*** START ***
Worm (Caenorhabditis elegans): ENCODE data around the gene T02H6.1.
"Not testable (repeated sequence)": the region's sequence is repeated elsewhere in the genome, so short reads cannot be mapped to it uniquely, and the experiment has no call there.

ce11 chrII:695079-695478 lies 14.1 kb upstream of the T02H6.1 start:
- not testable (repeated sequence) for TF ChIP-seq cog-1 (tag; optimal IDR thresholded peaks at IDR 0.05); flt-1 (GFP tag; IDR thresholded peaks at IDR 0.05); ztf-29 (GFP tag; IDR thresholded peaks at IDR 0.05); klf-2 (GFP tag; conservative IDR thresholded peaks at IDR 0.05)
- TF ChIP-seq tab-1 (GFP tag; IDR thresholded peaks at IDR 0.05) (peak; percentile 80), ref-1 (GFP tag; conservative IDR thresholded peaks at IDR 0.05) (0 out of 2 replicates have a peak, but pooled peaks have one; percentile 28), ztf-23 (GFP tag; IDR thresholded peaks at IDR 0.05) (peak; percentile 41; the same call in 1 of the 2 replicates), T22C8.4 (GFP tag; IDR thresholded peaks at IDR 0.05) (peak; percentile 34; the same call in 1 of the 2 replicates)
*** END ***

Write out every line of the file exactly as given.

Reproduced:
Worm (Caenorhabditis elegans): ENCODE data around the gene T02H6.1.
"Not testable (repeated sequence)": the region's sequence is repeated elsewhere in the genome, so short reads cannot be mapped to it uniquely, and the experiment has no call there.

ce11 chrII:695079-695478 lies 14.1 kb upstream of the T02H6.1 start:
- not testable (repeated sequence) for TF ChIP-seq cog-1 (tag; optimal IDR thresholded peaks at IDR 0.05); flt-1 (GFP tag; IDR thresholded peaks at IDR 0.05); ztf-29 (GFP tag; IDR thresholded peaks at IDR 0.05); klf-2 (GFP tag; conservative IDR thresholded peaks at IDR 0.05)
- TF ChIP-seq tab-1 (GFP tag; IDR thresholded peaks at IDR 0.05) (peak; percentile 80), ref-1 (GFP tag; conservative IDR thresholded peaks at IDR 0.05) (0 out of 2 replicates have a peak, but pooled peaks have one; percentile 28), ztf-23 (GFP tag; IDR thresholded peaks at IDR 0.05) (peak; percentile 41; the same call in 1 of the 2 replicates), T22C8.4 (GFP tag; IDR thresholded peaks at IDR 0.05) (peak; percentile 34; the same call in 1 of the 2 replicates)